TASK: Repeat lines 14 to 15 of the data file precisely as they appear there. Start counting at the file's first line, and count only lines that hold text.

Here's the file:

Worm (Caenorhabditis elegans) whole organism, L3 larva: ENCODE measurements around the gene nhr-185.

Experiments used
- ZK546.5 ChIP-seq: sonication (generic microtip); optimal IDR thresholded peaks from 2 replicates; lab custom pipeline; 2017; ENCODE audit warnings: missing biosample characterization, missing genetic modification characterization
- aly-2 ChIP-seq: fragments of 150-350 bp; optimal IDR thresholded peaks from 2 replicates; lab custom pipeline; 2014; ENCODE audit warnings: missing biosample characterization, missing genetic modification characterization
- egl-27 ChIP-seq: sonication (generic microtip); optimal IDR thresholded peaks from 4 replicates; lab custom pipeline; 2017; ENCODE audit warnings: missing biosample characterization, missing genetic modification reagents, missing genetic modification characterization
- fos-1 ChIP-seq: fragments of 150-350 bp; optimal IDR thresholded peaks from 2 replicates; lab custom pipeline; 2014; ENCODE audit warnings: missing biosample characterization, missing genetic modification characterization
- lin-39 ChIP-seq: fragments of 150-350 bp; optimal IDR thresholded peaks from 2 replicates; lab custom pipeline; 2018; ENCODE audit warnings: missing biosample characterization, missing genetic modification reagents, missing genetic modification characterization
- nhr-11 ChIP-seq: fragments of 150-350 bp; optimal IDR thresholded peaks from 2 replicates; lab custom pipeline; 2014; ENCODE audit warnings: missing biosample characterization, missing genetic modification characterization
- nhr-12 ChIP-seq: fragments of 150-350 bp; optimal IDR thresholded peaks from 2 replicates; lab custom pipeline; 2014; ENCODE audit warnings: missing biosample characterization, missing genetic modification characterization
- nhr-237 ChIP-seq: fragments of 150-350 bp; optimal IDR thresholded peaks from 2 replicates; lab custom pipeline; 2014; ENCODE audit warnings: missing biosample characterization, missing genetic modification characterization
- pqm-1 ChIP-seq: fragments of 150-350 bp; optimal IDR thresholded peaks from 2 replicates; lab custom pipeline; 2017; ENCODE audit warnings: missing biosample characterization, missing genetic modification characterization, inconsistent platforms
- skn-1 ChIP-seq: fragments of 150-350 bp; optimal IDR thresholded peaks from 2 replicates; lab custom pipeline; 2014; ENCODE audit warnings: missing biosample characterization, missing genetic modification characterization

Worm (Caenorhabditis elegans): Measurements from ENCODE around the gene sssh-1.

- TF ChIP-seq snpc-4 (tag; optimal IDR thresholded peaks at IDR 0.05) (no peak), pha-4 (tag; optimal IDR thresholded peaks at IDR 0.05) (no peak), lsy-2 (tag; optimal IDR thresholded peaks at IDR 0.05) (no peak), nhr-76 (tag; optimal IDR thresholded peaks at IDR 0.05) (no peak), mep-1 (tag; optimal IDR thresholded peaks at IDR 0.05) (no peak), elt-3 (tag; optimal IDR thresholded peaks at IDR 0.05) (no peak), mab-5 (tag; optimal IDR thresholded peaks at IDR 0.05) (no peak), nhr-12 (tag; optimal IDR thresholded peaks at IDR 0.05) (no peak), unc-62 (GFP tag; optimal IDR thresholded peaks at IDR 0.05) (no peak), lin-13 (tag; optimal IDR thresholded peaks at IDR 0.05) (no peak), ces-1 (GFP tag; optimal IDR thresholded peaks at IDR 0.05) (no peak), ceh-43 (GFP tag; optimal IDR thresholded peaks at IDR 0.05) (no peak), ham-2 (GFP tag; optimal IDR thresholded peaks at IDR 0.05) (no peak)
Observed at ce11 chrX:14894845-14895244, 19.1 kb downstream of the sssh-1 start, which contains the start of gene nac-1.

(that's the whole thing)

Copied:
- TF ChIP-seq snpc-4 (tag; optimal IDR thresholded peaks at IDR 0.05) (no peak), pha-4 (tag; optimal IDR thresholded peaks at IDR 0.05) (no peak), lsy-2 (tag; optimal IDR thresholded peaks at IDR 0.05) (no peak), nhr-76 (tag; optimal IDR thresholded peaks at IDR 0.05) (no peak), mep-1 (tag; optimal IDR thresholded peaks at IDR 0.05) (no peak), elt-3 (tag; optimal IDR thresholded peaks at IDR 0.05) (no peak), mab-5 (tag; optimal IDR thresholded peaks at IDR 0.05) (no peak), nhr-12 (tag; optimal IDR thresholded peaks at IDR 0.05) (no peak), unc-62 (GFP tag; optimal IDR thresholded peaks at IDR 0.05) (no peak), lin-13 (tag; optimal IDR thresholded peaks at IDR 0.05) (no peak), ces-1 (GFP tag; optimal IDR thresholded peaks at IDR 0.05) (no peak), ceh-43 (GFP tag; optimal IDR thresholded peaks at IDR 0.05) (no peak), ham-2 (GFP tag; optimal IDR thresholded peaks at IDR 0.05) (no peak)
Observed at ce11 chrX:14894845-14895244, 19.1 kb downstream of the sssh-1 start, which contains the start of gene nac-1.